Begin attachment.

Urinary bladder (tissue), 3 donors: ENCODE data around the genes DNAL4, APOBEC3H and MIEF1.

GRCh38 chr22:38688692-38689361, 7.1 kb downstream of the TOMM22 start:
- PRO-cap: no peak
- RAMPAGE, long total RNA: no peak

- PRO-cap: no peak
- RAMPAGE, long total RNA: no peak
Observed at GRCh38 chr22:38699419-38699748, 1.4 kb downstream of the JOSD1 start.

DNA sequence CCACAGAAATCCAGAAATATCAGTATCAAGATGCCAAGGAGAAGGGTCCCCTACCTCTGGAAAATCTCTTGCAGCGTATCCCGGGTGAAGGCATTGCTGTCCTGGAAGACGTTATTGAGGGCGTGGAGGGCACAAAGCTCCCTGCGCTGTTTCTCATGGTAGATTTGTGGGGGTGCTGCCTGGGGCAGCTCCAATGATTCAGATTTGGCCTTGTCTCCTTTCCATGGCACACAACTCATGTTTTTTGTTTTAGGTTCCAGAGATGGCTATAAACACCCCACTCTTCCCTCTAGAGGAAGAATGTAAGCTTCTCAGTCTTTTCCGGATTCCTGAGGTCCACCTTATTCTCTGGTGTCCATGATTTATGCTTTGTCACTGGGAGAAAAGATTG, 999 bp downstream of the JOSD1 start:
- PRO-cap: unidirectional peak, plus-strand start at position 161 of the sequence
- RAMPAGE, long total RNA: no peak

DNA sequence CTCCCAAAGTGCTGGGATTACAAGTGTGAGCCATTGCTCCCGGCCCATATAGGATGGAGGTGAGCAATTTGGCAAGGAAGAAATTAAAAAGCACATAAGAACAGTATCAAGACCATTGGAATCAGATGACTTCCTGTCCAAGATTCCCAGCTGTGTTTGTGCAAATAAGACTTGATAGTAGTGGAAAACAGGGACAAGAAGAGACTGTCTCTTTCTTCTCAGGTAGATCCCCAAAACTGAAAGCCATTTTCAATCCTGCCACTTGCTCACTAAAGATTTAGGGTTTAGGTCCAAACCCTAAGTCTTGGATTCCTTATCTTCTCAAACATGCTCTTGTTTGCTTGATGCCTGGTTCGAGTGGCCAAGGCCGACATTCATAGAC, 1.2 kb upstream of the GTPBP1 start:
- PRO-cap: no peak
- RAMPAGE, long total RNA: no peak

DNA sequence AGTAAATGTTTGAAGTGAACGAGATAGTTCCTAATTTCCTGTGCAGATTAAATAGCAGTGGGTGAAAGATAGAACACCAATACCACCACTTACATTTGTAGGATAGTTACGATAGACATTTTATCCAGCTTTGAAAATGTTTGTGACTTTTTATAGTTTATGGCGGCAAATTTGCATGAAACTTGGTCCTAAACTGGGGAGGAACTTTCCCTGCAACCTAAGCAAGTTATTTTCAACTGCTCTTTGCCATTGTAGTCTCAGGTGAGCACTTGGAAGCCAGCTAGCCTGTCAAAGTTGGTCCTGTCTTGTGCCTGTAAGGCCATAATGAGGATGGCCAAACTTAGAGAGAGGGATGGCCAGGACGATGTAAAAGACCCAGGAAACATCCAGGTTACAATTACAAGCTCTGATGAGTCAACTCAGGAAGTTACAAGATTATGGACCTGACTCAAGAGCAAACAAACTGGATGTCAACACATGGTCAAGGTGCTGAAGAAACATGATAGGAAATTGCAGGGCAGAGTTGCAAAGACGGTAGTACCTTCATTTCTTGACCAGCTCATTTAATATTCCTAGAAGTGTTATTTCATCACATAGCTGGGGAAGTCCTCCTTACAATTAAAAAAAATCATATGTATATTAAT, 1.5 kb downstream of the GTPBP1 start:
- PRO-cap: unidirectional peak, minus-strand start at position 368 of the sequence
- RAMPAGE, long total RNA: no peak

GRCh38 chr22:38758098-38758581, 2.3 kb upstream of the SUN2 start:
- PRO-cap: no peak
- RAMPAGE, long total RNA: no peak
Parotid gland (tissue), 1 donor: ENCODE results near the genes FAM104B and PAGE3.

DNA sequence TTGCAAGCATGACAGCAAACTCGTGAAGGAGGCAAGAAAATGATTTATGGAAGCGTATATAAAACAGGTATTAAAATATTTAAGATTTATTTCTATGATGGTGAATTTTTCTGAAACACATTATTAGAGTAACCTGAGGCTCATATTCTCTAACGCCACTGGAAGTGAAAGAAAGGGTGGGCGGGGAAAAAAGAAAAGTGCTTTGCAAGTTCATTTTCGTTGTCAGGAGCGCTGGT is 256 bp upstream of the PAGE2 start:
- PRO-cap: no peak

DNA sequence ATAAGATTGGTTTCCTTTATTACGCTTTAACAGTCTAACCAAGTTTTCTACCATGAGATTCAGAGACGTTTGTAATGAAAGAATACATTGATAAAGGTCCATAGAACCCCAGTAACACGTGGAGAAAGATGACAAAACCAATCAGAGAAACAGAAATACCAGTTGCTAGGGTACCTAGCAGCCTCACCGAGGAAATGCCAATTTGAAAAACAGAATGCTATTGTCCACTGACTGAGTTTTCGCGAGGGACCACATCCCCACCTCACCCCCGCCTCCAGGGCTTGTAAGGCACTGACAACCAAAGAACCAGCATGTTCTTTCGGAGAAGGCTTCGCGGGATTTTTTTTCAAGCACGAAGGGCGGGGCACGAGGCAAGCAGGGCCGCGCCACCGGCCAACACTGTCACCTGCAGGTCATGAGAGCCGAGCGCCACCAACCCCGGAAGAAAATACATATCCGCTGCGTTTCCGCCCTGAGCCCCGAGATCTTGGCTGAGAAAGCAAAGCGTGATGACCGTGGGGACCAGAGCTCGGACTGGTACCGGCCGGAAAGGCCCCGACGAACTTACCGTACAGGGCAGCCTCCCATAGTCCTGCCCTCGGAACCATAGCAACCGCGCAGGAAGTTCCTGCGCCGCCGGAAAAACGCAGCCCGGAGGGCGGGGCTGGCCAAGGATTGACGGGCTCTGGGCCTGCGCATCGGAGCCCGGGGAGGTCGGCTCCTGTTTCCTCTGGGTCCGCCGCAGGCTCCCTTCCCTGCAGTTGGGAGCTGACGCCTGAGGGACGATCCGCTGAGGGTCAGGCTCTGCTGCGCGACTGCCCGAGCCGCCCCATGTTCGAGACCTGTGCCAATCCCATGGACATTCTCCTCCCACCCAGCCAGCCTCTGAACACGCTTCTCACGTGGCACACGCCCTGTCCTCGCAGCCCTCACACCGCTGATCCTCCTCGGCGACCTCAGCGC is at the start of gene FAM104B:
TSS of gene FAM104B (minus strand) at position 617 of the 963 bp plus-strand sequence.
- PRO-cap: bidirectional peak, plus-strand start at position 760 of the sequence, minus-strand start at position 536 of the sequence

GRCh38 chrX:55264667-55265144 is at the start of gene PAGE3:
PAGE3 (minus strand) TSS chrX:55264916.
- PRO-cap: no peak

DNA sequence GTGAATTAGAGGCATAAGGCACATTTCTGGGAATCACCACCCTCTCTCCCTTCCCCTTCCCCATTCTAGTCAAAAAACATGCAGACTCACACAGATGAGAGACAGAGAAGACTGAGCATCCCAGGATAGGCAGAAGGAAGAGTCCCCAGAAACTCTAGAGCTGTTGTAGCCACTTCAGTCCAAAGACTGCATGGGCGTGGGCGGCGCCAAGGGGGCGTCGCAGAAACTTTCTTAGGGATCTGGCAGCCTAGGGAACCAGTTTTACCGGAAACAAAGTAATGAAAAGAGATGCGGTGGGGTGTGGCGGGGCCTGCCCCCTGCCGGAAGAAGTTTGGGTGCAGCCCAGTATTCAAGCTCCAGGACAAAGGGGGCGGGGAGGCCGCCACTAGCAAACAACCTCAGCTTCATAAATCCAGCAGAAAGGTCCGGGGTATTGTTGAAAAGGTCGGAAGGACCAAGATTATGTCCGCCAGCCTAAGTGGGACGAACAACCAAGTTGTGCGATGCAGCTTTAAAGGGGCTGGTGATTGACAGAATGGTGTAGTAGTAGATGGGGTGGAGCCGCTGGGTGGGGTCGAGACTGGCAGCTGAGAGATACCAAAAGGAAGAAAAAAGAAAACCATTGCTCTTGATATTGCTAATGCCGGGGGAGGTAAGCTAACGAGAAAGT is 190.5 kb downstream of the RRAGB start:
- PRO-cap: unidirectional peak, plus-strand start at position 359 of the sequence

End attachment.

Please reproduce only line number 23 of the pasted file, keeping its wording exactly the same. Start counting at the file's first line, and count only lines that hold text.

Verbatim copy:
DNA sequence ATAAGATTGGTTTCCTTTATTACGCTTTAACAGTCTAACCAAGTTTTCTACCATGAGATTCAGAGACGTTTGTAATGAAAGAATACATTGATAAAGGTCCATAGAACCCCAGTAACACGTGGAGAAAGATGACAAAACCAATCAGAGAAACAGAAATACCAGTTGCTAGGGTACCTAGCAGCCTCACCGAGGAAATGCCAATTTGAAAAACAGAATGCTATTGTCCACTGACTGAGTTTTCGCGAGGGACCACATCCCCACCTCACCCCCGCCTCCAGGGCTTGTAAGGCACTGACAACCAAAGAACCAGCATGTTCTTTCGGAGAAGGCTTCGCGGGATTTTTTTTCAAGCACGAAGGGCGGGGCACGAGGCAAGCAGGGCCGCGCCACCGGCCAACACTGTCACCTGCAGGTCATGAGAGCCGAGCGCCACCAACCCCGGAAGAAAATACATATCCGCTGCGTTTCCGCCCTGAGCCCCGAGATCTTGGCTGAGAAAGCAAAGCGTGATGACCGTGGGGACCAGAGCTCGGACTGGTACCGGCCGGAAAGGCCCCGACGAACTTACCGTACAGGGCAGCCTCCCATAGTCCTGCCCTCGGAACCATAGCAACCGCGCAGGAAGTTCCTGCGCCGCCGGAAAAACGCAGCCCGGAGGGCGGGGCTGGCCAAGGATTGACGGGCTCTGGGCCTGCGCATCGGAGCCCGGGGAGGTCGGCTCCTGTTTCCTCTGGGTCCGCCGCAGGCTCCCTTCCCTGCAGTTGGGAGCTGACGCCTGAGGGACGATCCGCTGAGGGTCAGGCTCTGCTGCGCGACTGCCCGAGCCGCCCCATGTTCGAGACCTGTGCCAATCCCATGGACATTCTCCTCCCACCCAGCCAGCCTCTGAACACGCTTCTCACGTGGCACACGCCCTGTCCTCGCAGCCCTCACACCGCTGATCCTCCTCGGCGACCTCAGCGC is at the start of gene FAM104B: